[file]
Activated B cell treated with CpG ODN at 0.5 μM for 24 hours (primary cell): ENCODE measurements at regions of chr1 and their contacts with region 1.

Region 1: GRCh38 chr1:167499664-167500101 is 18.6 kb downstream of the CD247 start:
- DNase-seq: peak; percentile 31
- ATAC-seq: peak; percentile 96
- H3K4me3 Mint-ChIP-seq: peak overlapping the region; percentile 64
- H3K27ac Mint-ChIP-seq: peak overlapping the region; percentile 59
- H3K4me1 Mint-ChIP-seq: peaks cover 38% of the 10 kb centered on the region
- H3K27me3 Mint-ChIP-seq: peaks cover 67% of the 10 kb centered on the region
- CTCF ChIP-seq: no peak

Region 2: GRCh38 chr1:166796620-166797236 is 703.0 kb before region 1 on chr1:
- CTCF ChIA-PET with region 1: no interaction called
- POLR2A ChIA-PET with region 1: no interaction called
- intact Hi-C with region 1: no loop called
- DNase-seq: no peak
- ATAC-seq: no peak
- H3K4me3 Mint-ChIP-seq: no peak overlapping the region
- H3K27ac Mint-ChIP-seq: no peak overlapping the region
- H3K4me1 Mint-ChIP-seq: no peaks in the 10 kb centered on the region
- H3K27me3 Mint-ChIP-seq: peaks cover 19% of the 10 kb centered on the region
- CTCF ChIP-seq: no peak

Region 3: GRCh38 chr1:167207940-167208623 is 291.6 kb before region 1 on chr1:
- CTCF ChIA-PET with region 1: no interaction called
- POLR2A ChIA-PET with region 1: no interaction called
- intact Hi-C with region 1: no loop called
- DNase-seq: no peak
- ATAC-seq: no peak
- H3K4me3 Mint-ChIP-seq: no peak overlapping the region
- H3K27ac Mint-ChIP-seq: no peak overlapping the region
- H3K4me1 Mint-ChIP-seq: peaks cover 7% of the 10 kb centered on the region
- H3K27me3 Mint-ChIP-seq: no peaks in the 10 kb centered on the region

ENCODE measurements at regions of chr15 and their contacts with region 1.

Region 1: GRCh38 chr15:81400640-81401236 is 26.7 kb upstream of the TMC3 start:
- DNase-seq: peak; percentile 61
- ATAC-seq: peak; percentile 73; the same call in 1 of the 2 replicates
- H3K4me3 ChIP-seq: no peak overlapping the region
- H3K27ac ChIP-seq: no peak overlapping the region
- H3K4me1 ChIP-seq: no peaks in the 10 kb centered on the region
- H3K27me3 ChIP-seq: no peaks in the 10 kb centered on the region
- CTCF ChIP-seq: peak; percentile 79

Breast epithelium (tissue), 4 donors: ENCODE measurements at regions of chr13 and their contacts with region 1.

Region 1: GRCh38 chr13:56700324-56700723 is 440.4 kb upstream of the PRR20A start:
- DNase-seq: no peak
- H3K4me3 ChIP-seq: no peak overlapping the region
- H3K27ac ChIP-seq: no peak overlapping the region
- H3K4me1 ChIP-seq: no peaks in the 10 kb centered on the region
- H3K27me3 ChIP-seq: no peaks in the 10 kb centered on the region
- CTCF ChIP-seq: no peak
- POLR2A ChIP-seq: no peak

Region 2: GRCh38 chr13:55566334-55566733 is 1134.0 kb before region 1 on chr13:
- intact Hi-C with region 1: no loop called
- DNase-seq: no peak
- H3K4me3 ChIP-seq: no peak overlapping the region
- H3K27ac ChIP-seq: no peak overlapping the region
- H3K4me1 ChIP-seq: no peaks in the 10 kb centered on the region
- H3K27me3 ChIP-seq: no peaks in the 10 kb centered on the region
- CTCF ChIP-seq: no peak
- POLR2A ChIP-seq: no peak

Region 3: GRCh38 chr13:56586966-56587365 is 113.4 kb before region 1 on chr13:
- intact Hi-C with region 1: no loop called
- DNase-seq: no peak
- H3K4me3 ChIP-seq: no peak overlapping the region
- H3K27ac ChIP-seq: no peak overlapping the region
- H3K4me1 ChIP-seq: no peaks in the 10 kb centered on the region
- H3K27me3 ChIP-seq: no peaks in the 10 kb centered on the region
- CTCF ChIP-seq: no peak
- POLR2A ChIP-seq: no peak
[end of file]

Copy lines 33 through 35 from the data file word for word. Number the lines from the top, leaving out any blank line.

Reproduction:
- DNase-seq: peak; percentile 61
- ATAC-seq: peak; percentile 73; the same call in 1 of the 2 replicates
- H3K4me3 ChIP-seq: no peak overlapping the region